The Best Ways to Sand & Prepare Older Sheetrock for Painting


Patching and sanding Sheetrock (commonly referred to as drywall) before painting it ensures a smooth surface and a uniform sheen. If the drywall is older and has been dented or banged up, you'll probably need to do some drywall repair and then prime the entire surface. It's tempting just to slap on a couple of coats of paint, but paint won't hide many flaws. Proper surface preparation is an essential part of any painting project.


  • Dust off the Sheetrock and inspect it in good lighting. Shallow dents, scratches and small nail holes will be very apparent when the Sheetrock is painted. Use Spackle for small repairs and joint compound for larger ones, extending the patching compound several inches past the repair so you can sand it flush with the surface. Older unpainted Sheetrock may have loosened tape joints. Use a utility knife to remove loose or wrinkled tape and replace it with fresh tape, then cover it with two or three coats of drywall mud. Caulk any cracks and gaps between trim and the wall, or along corners, with paintable caulking. Don't assume paint will "fill in" even hairline cracks---it won't.


  • Use a drywall mesh sander instead of a block of sandpaper. It doesn't clog up with the powdery sanding dust as quickly, and the large pad allows you to sand the Sheetrock quickly and evenly. Before you start, lay towels over wall and floor vents, or tape plastic over them, to prevent dust from getting into your duct work. Sanding Sheetrock can be messy. Look for "no dust" joint compound at paint and hardware stores. Instead of floating through the air and coating your entire house, the dust is formulated to fall straight to the ground, where it can be easily swept or vacuumed up.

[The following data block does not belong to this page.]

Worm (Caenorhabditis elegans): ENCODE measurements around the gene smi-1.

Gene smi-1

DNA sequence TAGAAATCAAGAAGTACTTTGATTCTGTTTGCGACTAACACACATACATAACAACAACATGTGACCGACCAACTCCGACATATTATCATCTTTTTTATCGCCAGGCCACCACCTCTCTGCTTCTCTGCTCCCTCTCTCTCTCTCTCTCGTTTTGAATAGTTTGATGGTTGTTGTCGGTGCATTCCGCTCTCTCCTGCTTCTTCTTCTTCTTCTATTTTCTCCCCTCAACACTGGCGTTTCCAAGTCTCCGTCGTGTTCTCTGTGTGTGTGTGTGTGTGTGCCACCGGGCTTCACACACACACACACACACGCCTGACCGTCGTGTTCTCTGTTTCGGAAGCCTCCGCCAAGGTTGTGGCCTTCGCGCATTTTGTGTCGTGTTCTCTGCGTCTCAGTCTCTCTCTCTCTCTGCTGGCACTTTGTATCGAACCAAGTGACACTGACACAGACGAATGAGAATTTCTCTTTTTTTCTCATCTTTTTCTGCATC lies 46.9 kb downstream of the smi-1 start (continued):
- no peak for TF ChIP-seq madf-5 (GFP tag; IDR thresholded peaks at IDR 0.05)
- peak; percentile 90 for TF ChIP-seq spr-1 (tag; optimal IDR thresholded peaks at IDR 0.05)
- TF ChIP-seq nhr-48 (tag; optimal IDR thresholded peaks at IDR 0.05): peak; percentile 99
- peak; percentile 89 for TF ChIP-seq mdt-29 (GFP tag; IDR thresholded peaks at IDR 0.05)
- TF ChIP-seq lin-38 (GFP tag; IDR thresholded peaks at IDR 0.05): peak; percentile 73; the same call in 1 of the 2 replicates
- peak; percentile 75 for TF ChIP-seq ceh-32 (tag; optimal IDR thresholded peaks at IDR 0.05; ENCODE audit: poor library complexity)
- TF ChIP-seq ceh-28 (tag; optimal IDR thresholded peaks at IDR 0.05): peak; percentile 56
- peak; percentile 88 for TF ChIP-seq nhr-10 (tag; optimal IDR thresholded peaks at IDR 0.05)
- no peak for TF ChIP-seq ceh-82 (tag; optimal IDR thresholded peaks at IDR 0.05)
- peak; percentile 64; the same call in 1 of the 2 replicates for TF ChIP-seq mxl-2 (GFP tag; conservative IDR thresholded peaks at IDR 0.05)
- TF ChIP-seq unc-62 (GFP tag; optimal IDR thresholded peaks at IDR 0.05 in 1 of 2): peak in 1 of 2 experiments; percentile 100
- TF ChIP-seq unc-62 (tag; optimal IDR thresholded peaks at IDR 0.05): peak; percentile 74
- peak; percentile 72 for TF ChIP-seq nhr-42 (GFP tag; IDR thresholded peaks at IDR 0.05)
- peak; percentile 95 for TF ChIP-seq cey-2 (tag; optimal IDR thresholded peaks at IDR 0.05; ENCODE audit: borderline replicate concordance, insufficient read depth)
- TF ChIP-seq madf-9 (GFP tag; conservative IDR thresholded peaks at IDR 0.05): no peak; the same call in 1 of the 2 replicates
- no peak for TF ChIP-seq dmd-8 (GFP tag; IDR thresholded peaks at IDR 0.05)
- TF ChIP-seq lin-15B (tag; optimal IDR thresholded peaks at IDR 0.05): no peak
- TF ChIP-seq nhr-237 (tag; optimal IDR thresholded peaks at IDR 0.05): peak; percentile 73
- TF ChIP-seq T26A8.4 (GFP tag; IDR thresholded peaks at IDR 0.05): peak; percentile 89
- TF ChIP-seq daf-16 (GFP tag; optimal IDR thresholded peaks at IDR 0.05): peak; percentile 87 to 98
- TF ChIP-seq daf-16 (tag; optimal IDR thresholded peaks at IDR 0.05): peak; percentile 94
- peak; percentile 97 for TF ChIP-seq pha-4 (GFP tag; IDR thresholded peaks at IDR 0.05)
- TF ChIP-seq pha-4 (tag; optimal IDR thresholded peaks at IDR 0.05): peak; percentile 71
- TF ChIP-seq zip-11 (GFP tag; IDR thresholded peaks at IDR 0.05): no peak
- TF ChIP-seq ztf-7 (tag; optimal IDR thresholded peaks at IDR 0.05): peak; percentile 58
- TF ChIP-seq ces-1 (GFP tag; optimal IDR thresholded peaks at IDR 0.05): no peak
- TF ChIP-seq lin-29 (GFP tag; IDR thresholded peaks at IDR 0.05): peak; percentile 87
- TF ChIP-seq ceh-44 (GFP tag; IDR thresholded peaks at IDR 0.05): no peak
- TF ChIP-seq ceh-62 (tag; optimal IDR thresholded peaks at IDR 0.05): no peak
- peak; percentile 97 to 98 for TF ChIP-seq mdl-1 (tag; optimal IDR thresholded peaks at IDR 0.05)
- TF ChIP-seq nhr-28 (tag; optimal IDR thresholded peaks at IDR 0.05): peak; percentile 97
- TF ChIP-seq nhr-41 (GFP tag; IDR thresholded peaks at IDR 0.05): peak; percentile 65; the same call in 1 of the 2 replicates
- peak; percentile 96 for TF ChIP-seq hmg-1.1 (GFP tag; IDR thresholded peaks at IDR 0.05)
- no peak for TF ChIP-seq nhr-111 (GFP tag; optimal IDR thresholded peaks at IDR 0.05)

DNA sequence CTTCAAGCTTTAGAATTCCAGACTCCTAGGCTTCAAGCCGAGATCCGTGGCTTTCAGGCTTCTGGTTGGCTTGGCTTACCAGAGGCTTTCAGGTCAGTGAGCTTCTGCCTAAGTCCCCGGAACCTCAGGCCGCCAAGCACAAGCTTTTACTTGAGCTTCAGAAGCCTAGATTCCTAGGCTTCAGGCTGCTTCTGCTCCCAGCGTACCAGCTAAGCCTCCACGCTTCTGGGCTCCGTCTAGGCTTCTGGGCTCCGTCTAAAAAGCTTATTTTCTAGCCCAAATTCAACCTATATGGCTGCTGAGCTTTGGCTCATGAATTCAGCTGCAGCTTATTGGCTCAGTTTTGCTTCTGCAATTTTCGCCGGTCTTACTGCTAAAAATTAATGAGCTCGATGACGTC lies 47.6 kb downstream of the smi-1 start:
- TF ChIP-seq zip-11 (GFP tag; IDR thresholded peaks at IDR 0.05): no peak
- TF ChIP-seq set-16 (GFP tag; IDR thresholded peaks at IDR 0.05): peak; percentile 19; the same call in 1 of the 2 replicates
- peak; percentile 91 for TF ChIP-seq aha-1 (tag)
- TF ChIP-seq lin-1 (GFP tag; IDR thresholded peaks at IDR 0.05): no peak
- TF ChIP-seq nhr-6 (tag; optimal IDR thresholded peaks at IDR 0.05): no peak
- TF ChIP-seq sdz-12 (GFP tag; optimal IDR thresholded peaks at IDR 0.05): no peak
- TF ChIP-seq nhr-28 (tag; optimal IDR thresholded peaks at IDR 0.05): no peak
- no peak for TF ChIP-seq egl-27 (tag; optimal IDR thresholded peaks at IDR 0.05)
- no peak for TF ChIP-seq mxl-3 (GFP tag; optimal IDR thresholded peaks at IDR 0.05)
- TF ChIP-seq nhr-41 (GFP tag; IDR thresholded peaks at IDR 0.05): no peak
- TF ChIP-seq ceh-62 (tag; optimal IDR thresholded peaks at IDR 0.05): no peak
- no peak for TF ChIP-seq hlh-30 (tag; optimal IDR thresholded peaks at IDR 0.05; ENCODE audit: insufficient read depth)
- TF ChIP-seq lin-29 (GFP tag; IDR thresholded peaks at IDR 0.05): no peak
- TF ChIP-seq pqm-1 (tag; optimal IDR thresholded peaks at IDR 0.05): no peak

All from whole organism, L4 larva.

• Unpainted Sheetrock should be completely primed. If it's already painted and in reasonably good condition, just prime the patched areas. Use a general-purpose water-based latex primer, or PVA drywall primer. If you are particular, check the Sheetrock for imperfections once the primer is dry. It's much easier to see scratches and dents you missed or didn't repair perfectly once the primer has been applied.

Priming Stains

  • Older Sheetrock may have water damage and tannin staining, or dirt that will bleed through water-based primer and paint. If the Sheetrock is very dirty or has brown stains, use a stain-blocking shellac- or oil-based primer.


  • Keep in mind that the shinier the paint, the more it will accentuate surface irregularities. Some paint companies sell washable flat or "matte" paint that has an extremely low luster but can be washed without leaving smears or marks on the wall.

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  • Photo Credit drywall tools image by Sherri Camp from
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